This could have been just one more example of a contemporary country artist tapping into the traditional country vein, a career tactic that has been explored nearly to the point of revulsion in the post-"O Brother, Where Art Thou" world. But Kathy Mattea would have none of that.
Mattea, who calls herself a "child of coal" in the album's liner notes, really has a feel for these mining songs, having grown up in West Virginia where the mines were a way of life - and death for many people who had starring roles in her youth. So, the disc becomes much more than a throwback or rehash because of the sincerity and emotion she brings to it.
Plus Mattea is still one of the genre's most dynamic and expressive vocalists. She uses that instrument to bring the listener down into the mines to share the experiences to be found there. Nowhere is that evident more than on her a capella rendering of "Black Lung." There also is much to like about the instrumentation of Marty Stuart, who it seems, plays two or more instruments on every cut.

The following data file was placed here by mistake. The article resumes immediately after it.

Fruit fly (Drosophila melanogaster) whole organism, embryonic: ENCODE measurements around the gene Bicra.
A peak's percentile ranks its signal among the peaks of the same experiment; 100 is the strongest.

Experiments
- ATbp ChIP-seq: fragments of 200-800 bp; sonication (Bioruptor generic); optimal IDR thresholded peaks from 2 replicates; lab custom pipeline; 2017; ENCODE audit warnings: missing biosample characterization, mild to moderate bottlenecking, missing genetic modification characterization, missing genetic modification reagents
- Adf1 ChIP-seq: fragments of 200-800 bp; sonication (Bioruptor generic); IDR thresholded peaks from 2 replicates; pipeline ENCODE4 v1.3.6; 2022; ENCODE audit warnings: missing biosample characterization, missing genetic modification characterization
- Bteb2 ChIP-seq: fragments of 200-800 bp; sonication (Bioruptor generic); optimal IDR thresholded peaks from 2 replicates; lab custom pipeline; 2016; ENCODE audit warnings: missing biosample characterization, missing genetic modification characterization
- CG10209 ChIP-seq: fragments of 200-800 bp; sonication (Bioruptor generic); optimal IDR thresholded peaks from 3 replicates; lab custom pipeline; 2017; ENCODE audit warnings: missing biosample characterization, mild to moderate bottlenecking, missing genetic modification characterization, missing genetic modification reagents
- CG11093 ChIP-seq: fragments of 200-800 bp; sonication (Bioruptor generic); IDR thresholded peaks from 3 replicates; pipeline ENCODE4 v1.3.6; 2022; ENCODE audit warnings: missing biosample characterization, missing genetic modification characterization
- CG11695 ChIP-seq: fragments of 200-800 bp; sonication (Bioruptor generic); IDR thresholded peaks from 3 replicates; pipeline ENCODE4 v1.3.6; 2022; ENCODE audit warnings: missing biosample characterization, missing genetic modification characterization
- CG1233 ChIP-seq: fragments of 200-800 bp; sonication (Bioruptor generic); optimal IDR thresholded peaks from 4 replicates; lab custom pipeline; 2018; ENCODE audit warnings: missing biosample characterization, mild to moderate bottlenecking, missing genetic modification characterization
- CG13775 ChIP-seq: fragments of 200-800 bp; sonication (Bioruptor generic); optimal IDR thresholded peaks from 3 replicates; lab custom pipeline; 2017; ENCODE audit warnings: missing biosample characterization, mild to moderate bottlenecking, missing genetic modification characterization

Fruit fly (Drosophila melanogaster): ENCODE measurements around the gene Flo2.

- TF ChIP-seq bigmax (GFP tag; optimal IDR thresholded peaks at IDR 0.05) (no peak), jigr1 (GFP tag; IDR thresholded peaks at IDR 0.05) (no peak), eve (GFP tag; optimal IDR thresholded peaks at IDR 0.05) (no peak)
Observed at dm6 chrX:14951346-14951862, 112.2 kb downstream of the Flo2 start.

Mattea has crafted a moving slice of life disc that can be enjoyed on a variety of levels by people who have never even seen a lump of "Coal," and that is perhaps the strongest part of her effort here.